Many of us enjoy a cup of coffee or two throughout the day, but a new study suggests that too much of the stuff could shrink brain volume and increase the risk of dementia over the long term.

This was a large study as well, involving 17,702 participants aged from 37 to 73, taken from the UK Biobank project. The long-running project collects information on a host of different health and lifestyle metrics, including coffee consumption, brain volume, and disease – as well as additional data like socioeconomic status that scientists can factor in.

The excess coffee risks can jump quite sharply, though you do need to be drinking a lot of the beverage: The study found that people drinking six or more cups a day had a 53 percent higher chance of getting dementia than those who drank one or two cups or less.

"Coffee is among the most popular drinks in the world," says epidemiologist Kitty Pham from the University of South Australia. "Yet with global consumption being more than nine billion kilograms a year, it's critical that we understand any potential health implications."

"This is the most extensive investigation into the connections between coffee, brain volume measurements, the risks of dementia, and the risks of stroke – it's also the largest study to consider volumetric brain imaging data and a wide range of confounding factors."

While we know that coffee affects the brain in a variety of ways – including keeping us alert – previous research has been inconclusive and, in some cases, contradictory when it comes to any relationship between brain volume and dementia.

After allowing for variables like sex, age, BMI, and long-standing illnesses, the researchers found a relationship between drinking more coffee and smaller total brain volumes in participants, as well as the increased risk of dementia.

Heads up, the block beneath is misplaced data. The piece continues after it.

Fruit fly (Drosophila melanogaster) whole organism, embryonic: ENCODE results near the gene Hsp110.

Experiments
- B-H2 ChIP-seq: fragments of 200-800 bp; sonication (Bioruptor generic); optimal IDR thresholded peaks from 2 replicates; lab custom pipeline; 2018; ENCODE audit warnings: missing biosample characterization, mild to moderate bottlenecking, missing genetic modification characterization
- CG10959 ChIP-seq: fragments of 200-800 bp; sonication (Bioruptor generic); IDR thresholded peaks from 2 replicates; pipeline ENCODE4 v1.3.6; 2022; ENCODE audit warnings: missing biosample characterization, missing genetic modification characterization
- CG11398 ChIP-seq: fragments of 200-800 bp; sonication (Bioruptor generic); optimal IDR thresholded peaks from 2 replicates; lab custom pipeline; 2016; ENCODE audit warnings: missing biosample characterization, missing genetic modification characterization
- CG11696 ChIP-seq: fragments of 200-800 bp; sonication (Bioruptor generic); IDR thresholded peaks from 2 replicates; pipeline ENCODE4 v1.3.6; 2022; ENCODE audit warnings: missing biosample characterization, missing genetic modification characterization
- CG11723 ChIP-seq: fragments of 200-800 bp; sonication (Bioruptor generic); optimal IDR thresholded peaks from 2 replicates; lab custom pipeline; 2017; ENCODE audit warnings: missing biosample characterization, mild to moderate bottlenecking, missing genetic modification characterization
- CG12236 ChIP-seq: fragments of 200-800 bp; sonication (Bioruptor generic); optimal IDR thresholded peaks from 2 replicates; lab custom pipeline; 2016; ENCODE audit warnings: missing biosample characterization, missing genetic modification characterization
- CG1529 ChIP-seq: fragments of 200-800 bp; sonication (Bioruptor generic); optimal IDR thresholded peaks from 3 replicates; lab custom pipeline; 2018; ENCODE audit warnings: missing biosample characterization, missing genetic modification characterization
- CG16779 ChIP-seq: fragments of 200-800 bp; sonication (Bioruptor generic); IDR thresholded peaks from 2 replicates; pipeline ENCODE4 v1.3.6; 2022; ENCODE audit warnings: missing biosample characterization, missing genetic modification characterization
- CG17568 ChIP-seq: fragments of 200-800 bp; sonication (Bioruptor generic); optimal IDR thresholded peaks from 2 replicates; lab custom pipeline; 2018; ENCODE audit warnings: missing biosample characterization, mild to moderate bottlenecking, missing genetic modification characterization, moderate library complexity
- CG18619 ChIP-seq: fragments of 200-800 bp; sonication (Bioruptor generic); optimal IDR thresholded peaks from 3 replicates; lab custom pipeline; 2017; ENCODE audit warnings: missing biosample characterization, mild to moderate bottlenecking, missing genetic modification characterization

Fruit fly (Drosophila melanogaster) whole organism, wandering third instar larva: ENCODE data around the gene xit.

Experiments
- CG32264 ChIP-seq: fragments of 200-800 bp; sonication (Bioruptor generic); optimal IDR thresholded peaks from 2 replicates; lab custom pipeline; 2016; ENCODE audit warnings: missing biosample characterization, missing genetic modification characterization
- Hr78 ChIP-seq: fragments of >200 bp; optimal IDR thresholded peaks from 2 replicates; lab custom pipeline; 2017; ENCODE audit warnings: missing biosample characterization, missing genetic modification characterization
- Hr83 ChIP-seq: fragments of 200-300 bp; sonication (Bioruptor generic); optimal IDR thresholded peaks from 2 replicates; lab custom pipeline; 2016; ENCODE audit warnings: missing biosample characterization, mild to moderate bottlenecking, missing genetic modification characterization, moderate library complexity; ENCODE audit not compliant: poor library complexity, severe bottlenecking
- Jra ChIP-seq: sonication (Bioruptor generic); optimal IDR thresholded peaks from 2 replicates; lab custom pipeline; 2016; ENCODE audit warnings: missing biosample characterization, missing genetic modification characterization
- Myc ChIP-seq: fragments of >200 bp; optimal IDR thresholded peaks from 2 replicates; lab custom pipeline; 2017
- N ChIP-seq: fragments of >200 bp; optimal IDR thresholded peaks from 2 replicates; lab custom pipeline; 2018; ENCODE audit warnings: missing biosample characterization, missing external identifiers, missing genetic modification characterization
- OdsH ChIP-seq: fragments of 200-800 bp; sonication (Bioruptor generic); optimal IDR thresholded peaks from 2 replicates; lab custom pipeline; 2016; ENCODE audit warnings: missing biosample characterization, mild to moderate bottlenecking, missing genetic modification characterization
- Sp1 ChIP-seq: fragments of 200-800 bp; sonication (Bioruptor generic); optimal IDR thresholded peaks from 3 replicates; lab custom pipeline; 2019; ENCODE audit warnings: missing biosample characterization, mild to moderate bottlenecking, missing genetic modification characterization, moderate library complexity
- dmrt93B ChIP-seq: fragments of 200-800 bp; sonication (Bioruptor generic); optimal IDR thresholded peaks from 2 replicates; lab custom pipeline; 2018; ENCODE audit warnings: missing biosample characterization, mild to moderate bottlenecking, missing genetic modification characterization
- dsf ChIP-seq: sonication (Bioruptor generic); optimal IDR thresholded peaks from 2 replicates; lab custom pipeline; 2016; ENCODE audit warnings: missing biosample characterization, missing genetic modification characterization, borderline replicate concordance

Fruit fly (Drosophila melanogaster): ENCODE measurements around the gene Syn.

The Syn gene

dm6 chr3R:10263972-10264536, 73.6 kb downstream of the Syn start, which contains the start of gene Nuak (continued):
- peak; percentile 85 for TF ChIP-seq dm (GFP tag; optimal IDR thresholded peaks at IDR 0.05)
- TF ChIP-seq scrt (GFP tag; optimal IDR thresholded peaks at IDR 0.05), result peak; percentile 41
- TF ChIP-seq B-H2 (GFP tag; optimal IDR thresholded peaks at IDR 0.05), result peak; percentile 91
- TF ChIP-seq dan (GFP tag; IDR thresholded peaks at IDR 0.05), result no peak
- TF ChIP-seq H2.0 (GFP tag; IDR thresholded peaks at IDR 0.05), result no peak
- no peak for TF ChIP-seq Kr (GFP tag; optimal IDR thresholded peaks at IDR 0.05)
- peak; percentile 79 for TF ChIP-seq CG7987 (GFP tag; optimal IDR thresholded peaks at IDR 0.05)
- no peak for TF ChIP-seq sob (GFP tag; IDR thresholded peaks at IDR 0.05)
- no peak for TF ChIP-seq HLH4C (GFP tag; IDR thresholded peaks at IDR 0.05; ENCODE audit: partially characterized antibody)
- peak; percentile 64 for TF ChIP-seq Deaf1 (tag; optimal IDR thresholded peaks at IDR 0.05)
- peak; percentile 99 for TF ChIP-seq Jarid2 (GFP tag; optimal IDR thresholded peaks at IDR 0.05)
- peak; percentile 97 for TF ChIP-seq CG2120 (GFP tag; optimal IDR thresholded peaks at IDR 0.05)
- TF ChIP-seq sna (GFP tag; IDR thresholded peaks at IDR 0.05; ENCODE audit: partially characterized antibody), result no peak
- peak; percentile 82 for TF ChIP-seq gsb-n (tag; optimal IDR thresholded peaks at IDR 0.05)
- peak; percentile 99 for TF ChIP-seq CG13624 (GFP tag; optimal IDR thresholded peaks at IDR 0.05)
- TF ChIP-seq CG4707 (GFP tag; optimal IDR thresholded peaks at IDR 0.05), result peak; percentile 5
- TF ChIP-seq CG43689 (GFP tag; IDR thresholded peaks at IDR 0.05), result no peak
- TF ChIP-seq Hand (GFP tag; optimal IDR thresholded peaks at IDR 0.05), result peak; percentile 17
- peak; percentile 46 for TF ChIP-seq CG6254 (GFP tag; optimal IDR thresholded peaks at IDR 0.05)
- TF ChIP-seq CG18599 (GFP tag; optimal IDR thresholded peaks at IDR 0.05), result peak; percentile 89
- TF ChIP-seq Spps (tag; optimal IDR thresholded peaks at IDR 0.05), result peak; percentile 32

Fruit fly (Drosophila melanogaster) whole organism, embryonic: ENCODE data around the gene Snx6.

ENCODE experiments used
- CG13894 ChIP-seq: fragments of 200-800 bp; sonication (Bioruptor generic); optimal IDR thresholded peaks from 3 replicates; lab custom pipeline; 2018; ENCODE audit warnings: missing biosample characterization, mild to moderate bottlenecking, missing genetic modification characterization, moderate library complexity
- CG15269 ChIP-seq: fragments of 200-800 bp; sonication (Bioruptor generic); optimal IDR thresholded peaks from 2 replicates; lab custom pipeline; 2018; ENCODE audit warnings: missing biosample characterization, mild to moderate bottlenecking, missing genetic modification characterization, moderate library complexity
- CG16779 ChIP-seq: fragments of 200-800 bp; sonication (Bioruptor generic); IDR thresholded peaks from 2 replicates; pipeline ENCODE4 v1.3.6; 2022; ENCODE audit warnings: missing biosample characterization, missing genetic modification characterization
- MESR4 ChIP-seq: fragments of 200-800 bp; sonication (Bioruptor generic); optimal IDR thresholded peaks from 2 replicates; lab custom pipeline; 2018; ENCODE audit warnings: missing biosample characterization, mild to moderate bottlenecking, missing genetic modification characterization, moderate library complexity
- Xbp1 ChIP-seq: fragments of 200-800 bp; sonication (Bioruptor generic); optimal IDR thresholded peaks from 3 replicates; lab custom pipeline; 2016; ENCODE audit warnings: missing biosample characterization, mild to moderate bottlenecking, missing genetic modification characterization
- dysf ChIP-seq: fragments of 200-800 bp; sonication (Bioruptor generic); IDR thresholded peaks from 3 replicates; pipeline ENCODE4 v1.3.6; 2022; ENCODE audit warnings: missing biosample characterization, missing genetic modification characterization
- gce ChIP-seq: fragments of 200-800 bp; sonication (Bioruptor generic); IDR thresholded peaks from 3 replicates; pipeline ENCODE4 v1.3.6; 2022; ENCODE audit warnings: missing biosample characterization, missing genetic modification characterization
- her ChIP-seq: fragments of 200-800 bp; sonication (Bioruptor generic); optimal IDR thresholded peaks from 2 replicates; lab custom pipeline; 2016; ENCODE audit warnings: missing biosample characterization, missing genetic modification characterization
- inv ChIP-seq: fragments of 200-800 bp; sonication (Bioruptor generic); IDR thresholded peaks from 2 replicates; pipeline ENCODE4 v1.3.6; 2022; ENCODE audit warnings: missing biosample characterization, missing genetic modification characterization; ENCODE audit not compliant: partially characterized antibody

This study doesn't look at what brain shrinkage could lead to. While both gray matter and white matter help control motor and sensory function, it's difficult to link having any less of this matter to specific results in behavior or brain activity. Brain shrinkage is also something that tends to happen naturally as we get older, and some studies suggest that there may be a connection between volume and dementia.

"Accounting for all possible permutations, we consistently found that higher coffee consumption was significantly associated with reduced brain volume – essentially, drinking more than six cups of coffee a day may be putting you at risk of brain diseases such as dementia and stroke," says Pham.

What's not clear is why this happens: there's plenty more research to be done into how caffeine and coffee interact with brain cells, whether those interactions end up being positive or negative.

It's possible that the way caffeine binds to the adenosine receptors in the brain is one way these changes happen, though they could also be caused less directly through coffee's impact on other parts of the body (such as the cardiovascular system).

What we can say from this research is that a lot of coffee seems to be linked to a much higher risk of dementia in a large sample group – a link that's strong enough to perhaps reconsider how you're getting through the day.

"Typical daily coffee consumption is somewhere between one and two standard cups of coffee," says epidemiologist Elina Hyppönen from the University of South Australia. "Of course, while unit measures can vary, a couple of cups of coffee a day is generally fine."

"However, if you're finding that your coffee consumption is heading up toward more than six cups a day, it's about time you rethink your next drink."

The research has been published by Nutritional Neuroscience.